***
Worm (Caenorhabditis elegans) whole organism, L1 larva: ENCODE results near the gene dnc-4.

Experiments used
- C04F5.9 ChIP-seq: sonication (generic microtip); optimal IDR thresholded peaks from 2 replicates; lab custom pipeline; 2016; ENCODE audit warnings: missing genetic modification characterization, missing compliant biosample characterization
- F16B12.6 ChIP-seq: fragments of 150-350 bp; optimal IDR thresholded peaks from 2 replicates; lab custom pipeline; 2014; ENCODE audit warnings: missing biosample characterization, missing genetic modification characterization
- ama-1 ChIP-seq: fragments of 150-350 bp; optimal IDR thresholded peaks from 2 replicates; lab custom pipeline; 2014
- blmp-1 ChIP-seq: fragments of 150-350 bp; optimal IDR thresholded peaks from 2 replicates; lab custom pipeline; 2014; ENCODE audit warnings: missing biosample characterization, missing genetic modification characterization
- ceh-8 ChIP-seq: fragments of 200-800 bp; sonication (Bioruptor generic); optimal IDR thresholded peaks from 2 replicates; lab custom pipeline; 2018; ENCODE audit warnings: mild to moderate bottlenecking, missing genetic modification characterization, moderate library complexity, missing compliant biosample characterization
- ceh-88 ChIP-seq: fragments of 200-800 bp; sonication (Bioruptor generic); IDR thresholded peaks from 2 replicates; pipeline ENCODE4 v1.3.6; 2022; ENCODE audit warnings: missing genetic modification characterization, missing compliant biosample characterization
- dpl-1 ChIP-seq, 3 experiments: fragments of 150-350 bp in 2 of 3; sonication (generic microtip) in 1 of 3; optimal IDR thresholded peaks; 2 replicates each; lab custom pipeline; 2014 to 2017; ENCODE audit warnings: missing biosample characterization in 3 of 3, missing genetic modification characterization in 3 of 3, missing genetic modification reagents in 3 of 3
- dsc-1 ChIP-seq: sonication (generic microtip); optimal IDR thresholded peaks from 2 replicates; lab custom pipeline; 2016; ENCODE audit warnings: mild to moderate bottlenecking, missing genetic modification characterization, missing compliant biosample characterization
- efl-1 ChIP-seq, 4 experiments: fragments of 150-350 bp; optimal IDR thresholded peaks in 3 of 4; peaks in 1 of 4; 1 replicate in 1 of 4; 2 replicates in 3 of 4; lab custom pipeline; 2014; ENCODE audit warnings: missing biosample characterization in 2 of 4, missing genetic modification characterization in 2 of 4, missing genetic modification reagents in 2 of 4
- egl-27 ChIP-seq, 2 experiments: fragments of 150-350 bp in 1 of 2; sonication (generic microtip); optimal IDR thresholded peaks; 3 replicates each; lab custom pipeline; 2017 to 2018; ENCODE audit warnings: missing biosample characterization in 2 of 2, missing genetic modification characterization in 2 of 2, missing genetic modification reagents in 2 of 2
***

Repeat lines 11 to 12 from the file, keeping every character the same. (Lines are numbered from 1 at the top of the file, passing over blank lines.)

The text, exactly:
- efl-1 ChIP-seq, 4 experiments: fragments of 150-350 bp; optimal IDR thresholded peaks in 3 of 4; peaks in 1 of 4; 1 replicate in 1 of 4; 2 replicates in 3 of 4; lab custom pipeline; 2014; ENCODE audit warnings: missing biosample characterization in 2 of 4, missing genetic modification characterization in 2 of 4, missing genetic modification reagents in 2 of 4
- egl-27 ChIP-seq, 2 experiments: fragments of 150-350 bp in 1 of 2; sonication (generic microtip); optimal IDR thresholded peaks; 3 replicates each; lab custom pipeline; 2017 to 2018; ENCODE audit warnings: missing biosample characterization in 2 of 2, missing genetic modification characterization in 2 of 2, missing genetic modification reagents in 2 of 2